Morrow Owner's Review, Volume 3, #6, page 41

The Z-System and Mini-Winnie Hard Disk

An unending source of delight


by Rick Charnes

In response to the special deal MOR has just made to license copies of a "bootable ZCPR3/Z-System disk" for Morrow computers and the discount on the Mini-Winnie hard disk that you receive when you buy MOR's Z-System disk, I would like to share some of my own experiences with this dynamic duo in hopes of conveying just a little bit of the extraordinary nature of this new computing experience.

For the last four months I have been using a combination of a Mini-Winnie hard disk and Z-System, the replacement operating system from Echelon Inc. that is taking the 8-bit world by storm. Quite simply, it has been the most enjoyable and pleasurable experience I have had in my 2-1/2 years of computing, and I would recommend without reservation this combination to anyone who is interested in taking advantage of the fullest power of our Morrow computers and in using the most advanced operating environment available on our sturdy machines. Its elegance, sophistication, flexibility and number of features make anything else pale in comparison.

About six months ago I had an important decision to make. I was at a crossroads in my computing. Initially attracted to computing for its ability to help me with my writing, I was beginning to use my MD2-1/2 (pet phrase for a double-sided MD2) less as a tool and more as something enjoyable in itself, something to experiment with, learn about, explore. Starting with the extraordinary MEX-Plus modem program - the commercial version of MEX - I got my feet wet and began doing some easy and simple programming, writing beautiful and fancy menu displays for myself and learning to master the amazing and complex interfaces between a computer bulletin board and my own computer. Being practically a language in itself, MEXPlus affords the beginning programmer and modem aficionado the perfect opportunity to test his or her mettle in an interactive environment.

But all this had one side effect: After a typically heavy session of making sure that the proper parameter was correctly stored to the right string variable, the number of floppy disks on which resided all the auxiliary programs I was using started making my desk look like the day after an amateur Frisbee tournament. I was beginning to accumulate programs the way I used to collect stamps when I was a kid, with one exception: My stamp albums were expandable.

All the MS-DOS propaganda was beginning to get to me, too. As a radical at heart, I don't really buy the pro-CP/M argument that says, "If you've got something that works, why change?" I was getting restless. The "Why change?" argument is fine for folks for whom application is more important than process, but I was rapidly moving away from that world. And my friend with an MS-DOS business was hot on my heels to get me a IBM clone "cheap."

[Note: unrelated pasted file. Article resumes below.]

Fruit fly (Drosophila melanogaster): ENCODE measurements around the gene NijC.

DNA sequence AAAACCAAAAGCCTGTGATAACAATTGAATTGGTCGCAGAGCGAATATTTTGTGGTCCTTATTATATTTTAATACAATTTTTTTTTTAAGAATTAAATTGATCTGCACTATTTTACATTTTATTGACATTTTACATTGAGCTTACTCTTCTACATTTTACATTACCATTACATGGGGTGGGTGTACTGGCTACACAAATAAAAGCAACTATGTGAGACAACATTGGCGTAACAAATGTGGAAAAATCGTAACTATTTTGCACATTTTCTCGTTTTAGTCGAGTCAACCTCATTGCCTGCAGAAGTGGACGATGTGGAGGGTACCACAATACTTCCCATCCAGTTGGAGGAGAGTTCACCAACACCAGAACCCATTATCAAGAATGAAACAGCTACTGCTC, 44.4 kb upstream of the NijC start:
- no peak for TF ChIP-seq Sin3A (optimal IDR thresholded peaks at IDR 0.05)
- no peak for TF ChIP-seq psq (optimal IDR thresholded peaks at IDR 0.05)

Then I happened to read Ted Silveira's series of articles in Bay Area Computer Currents (available on FLOB/OCT86, #1) about an operating system and environment called Z-System. At first not really understanding it fully, I was nevertheless extremely intrigued. I had heard of ZCPR3 (one component of a full Z-System) before, but had always assumed it was for folks on a higher technical plane than myself and, furthermore, that it needed to run on a hard disk. But Ted explained that he had been running it on his floppy-based MD3 for quite some time.

I started looking around and investigating. There is a noncommercial version of ZCPR3 for Morrow computers travelling through the bulletin board circuit. Considering the amount of courage it took me to install ZCPR1 on my system a year or more ago (which turned out to be incredibly easy), I was initially quite hesitant. After a few false starts, however, I found installing it to be not at all past my level of expertise and soon found myself running ZCPR3 for most of my day-to-day operations.

What Is ZCPR3? Why Use It?

"Z-System" is a full replacement operating system for CP/M computers - complete with a new BDOS, called ZRDOS - whereas ZCPR3, for "Z80 Command Processor Replacement version 3", replaces only your CP/M "command processor", i.e., that part of your operating system that deals with what you type in from your keyboard. In any case, when you're running it, all of your old CP/M software runs fine, only better.

I found the new things I could do with my new system most exciting. It opened up a whole world to me, one that a blossoming but still new computer learner such as myself felt extremely happy to be in. The only other time I remember being so excited computer-wise was when I first discovered the wild and wonderful world of modeming.